PORGY and BESS is also a thoroughly American story, a folk tale that leads deep into the Southern States, to Charleston, and to the African-American micro-cosmos of Catfish Row: a sworn community characterised by oppression, superstition and religion. The power of the White Oppression, the everywhere present of fear, injustice and unceasing will to survive correspond in many ways with the story of Jewish People and their fight for freedom and the own land: the promised land. Gershwin’s brothers might have unconsciously passed on the the spirit and life experience of their parents, immigrants from Russia. Moishe Gershowitz and Roza (Rose) Bruskina, who moved to New York due to increasing anti-Jewish sentiment in Russia, have apparently found their promised land. Great American voices like Ella Fitzgerald or Billie Holiday, Leontine Price and Le Vern Hutchenson, Ray Albert and Wilhelmenia Fernandez, gave the opera hits their individual sound, a unique atmosphere and character making them not only an earwig but the opera itself to be an absolute artistic and musical treasure.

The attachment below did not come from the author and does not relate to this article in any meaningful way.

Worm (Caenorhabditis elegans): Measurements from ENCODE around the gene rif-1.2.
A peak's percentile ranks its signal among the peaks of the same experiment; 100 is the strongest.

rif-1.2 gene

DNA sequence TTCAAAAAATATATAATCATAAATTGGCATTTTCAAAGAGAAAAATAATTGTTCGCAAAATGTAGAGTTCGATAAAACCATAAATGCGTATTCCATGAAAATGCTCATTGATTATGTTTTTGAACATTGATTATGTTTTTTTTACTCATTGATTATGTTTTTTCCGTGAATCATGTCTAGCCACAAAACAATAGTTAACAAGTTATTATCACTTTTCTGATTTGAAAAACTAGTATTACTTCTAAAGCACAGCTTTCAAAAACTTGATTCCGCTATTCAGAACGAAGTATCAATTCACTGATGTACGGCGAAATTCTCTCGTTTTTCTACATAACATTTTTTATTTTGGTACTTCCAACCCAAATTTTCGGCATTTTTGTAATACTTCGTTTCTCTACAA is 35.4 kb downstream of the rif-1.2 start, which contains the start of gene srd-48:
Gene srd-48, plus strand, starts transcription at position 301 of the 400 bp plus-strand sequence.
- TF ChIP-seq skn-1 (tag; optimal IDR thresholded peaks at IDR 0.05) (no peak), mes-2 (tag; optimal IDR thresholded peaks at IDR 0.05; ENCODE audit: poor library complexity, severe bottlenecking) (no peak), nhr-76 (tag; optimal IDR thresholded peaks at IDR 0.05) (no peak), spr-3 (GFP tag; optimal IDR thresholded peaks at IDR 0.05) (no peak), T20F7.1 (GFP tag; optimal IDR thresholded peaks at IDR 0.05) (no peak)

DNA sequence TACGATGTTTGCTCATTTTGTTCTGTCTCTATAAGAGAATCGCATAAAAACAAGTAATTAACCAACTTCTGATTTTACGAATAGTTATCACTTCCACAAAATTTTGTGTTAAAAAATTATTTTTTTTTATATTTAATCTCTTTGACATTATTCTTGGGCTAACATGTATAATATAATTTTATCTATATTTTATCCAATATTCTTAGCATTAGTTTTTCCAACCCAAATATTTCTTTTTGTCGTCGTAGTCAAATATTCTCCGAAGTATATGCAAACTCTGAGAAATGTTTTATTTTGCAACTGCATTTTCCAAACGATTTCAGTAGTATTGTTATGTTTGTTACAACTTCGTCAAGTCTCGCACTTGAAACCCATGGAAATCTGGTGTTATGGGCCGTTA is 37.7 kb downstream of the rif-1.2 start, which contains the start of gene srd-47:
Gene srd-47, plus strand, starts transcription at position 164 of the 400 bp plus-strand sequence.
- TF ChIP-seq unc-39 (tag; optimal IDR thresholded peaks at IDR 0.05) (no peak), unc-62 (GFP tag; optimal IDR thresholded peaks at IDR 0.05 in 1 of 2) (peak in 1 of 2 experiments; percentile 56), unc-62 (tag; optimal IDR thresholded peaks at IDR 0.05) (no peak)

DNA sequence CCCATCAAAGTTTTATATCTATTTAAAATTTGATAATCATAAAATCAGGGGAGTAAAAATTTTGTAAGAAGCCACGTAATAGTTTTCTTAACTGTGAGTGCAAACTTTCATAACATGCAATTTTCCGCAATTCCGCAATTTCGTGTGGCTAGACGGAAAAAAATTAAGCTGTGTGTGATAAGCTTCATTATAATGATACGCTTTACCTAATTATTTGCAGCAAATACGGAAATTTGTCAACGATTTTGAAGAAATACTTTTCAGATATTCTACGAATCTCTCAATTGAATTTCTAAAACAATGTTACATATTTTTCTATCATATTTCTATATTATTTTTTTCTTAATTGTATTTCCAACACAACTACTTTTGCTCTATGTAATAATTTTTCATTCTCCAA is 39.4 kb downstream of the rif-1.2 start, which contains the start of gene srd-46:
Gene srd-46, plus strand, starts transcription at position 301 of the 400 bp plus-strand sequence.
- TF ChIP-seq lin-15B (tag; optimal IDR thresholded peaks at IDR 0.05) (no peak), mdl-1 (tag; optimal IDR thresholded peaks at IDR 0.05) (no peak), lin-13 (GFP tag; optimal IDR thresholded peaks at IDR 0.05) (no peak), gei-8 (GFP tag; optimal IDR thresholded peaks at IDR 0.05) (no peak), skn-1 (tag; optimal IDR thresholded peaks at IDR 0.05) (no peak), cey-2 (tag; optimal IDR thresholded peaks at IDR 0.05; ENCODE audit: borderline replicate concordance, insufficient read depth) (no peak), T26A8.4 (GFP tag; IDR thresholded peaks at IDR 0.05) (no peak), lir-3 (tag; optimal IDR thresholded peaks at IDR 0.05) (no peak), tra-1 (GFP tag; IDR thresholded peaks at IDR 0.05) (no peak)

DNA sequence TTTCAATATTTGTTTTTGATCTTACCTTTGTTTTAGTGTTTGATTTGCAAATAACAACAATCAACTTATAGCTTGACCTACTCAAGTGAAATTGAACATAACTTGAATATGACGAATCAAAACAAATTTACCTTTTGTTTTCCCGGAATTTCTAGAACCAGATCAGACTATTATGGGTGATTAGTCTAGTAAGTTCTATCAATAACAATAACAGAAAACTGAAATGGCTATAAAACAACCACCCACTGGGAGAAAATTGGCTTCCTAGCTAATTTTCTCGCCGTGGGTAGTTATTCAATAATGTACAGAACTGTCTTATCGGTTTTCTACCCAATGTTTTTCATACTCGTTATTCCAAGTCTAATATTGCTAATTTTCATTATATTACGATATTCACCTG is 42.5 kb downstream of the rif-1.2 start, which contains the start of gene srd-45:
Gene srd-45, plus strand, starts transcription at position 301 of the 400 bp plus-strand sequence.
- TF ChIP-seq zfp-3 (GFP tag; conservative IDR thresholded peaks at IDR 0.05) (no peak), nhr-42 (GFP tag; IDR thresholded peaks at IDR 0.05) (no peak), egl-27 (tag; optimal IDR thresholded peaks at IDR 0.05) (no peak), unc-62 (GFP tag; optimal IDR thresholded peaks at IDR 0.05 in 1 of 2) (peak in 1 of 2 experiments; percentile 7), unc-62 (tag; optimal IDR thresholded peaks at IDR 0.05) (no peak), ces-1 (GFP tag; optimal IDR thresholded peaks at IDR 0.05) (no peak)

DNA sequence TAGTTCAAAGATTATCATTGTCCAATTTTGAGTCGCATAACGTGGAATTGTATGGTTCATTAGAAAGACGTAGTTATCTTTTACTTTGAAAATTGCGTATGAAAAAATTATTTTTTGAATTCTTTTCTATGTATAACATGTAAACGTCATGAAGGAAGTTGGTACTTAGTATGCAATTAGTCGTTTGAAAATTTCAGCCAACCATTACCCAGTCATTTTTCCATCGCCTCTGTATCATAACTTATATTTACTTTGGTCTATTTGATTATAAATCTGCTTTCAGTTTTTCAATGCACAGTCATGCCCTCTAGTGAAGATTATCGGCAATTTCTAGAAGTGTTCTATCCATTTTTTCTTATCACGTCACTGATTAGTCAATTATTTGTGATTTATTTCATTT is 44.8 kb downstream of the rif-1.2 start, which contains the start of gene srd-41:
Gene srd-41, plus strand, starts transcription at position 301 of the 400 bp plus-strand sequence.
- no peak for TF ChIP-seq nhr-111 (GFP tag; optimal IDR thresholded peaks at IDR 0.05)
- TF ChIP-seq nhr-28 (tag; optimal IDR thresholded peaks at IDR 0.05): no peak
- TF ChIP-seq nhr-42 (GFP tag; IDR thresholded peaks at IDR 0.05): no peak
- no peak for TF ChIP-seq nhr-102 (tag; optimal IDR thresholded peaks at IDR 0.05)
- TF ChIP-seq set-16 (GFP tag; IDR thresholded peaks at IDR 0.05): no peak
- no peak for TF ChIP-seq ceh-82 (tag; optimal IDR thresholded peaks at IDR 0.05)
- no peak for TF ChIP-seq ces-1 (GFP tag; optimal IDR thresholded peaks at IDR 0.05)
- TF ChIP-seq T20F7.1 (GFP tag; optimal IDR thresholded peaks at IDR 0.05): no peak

For now we must exercise the patience and wait to see and hear, if and how on January 27th the new production of the Hungarian Opera House will, hopefully, preserve, or maybe even complement this sound and create the character, an atmosphere that will underline the unique colouring and universal colourlessness of Gershwin´s music and its distinctive authenticity.